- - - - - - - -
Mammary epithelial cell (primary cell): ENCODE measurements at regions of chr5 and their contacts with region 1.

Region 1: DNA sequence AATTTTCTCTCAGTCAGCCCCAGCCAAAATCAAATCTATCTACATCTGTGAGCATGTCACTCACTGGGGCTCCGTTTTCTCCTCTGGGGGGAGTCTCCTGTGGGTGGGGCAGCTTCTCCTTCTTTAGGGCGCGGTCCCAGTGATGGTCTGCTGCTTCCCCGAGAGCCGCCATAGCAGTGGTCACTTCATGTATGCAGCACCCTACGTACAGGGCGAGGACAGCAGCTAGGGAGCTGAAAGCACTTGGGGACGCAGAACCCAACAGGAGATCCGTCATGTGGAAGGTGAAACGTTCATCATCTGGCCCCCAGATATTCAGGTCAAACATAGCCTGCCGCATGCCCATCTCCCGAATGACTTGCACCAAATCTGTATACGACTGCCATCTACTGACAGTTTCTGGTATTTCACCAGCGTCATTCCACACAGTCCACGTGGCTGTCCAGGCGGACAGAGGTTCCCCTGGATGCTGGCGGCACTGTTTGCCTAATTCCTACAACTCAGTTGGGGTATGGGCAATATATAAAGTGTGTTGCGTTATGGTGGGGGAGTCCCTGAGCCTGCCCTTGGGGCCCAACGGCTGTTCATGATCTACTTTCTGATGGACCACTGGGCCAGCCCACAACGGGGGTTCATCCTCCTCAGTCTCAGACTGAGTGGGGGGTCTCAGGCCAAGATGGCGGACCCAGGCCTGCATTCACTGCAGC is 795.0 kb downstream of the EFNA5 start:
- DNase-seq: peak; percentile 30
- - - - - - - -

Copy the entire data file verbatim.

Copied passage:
Mammary epithelial cell (primary cell): ENCODE measurements at regions of chr5 and their contacts with region 1.

Region 1: DNA sequence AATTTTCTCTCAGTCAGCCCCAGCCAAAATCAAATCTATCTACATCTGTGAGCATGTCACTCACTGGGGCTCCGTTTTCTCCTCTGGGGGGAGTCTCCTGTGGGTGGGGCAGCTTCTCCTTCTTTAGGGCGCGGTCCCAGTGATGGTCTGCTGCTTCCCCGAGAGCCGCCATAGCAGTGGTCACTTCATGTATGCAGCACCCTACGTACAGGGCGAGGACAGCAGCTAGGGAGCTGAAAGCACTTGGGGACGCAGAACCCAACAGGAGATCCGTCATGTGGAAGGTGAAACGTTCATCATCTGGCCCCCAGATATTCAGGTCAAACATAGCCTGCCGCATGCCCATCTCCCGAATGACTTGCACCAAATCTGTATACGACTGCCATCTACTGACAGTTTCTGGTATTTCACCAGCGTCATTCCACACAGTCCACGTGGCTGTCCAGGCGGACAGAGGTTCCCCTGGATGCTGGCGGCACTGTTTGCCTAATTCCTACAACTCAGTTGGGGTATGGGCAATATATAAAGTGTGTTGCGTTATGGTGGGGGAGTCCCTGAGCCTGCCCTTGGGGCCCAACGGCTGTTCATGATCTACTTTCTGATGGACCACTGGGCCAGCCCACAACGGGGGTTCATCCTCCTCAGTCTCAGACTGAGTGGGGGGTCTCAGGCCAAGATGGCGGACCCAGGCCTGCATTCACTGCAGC is 795.0 kb downstream of the EFNA5 start:
- DNase-seq: peak; percentile 30